Noel Gallagher has no time for Taylor Swift or Beyoncé. What's his problem?

Why do Gallagher and other older male rock singers have such a problem with a younger generation doing things differently?

In the mid 90s, at the height of Britpop, public slanging matches between acts such as Oasis and Blur saturated the pages of music magazines. It was meaningless and childish, but it was the vocation of angry young men who seemed to view mud-slinging as part and parcel of the music scene. But why on Earth, 20 years on, are some of those same people still clambering into the headlines with their outdated and boring attacks on modern pop music?

Over the last few days, Noel Gallagher has been trending on Facebook once again. This time, for responding to the suggestion that Taylor Swift is a good songwriter with: “You’re fucking lying. She seems like a nice girl, but no one has ever said those words, and you fucking know it.” A few weeks ago, he said of Beyoncé: “If shaking your ass for a living is considered art, then she’s right up there, no?”

There’s a thinly veiled misogyny in these statements, which are both ludicrously reductive, and propped up by a microscopically narrow idea of what is and isn’t worthy of being taken seriously. Why does he cling so firmly to the blinkered notion that Beyoncé or Taylor Swift’s theatricality and calculated aesthetic somehow negate their talents as musicians?

It’s not just Gallagher, though, who seems to think there is a list of approved attributes in a musician, and that anyone who doesn’t meet their requirements deserves a slating.

Kasabian’s Serge Pizzorno described his band’s omission from the Brit awards nominations as “an outrage”. “Clean Bandit don’t even write their own tunes,” he protested (they do), and Ed Sheeran is a “square”. Sleaford Mods said Arctic Monkeys’ Alex Turner “has no rock’n’roll left in him” – probably because their album was such a commercial success. Smashing Pumpkins’ Billy Corgan recently said, “Rock’n’roll needs to be more aggressive in taking on pop music. Particularly in America, there’s a very cosy relationship between rock stars and pop stars, and I don’t think that’s a good relationship. Everybody belongs on their own side of the street for a good reason.” He added, “By definition, a rock star is supposed to be an independent individual who pursues a vision to an end.”

Strangely, he seems to have just summed up Beyoncé.

Essentially, the big question is this. When did the press become so utterly inundated with jaded white males, railing against their own fading relevance by lashing out at younger musicians? And if not writing your own songs disqualifies you from being taken seriously in rock’n’roll, who’s going to close down Graceland?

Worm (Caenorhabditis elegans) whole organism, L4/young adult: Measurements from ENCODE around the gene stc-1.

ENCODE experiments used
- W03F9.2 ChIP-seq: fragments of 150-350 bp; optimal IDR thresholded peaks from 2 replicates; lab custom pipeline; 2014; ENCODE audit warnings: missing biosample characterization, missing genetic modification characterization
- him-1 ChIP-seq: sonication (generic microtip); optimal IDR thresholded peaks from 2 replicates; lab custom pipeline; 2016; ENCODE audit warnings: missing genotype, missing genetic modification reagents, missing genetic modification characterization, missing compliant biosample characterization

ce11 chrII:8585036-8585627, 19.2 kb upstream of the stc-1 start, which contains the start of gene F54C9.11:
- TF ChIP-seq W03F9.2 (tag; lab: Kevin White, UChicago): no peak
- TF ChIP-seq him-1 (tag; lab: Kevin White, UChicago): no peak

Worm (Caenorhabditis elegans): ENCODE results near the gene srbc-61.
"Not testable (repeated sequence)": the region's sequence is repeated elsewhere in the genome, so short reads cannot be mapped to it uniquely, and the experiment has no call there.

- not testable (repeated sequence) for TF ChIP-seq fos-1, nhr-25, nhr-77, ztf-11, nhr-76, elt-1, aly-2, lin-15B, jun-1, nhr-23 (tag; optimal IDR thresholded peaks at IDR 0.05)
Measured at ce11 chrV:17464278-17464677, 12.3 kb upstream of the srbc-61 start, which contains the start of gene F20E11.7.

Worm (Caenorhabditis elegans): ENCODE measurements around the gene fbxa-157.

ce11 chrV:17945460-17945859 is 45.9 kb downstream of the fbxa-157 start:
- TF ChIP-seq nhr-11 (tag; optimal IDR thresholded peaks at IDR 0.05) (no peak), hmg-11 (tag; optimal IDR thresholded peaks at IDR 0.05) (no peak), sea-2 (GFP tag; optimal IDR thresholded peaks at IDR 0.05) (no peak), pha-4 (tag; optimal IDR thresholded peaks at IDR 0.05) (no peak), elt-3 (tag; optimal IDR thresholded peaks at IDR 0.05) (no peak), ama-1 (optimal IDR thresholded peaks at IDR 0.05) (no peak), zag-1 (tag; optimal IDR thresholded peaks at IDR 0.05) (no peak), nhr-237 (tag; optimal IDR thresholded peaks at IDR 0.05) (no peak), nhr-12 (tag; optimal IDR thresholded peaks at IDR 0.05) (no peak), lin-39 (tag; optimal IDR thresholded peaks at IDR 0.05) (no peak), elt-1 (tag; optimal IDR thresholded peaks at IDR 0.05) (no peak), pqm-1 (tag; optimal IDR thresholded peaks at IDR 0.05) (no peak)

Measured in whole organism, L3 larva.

St Vincent said a brilliant thing recently about the tendency to view authenticity and theatricality in performance as mutually exclusive: “I am curious to unpack this idea of authenticity. Where did it become more authentic to just stand up on stage with no lights, or costume, or theatricality and just stand up there with a beard and your feelings?”

The idea of authenticity in music goes back as far as the desire to catalogue music – and it was debased at the very beginning. When Alan Lomax managed the blues singer Lead Belly, for example, he insisted the singer wear his old prison uniform when playing in front of white audiences – for authenticity’s sake – even though Lead Belly would far rather have been wearing his best clothes. Still, it seems, there are some who believe that “authenticity”, however debased a concept – regardless of the fact that whatever a group wears or does on stage is the result of a deliberate decision, even if it is a decision to stand still under no lights and wear street clothes – trumps entertainment.

There are many debates to be had about the state of the music industry today – the cynical commercialism of it, its objectification of women, the poisonous cruelty of TV talent shows – but banging on about “rock’n’roll” and launching unwarranted tirades against individuals who do, in fact, have a whole lot of artistry, is not one of them.

Powered by article was written by Alexandra Pollard, for on Monday 9th March 2015 13.54 Europe/ © Guardian News and Media Limited 2010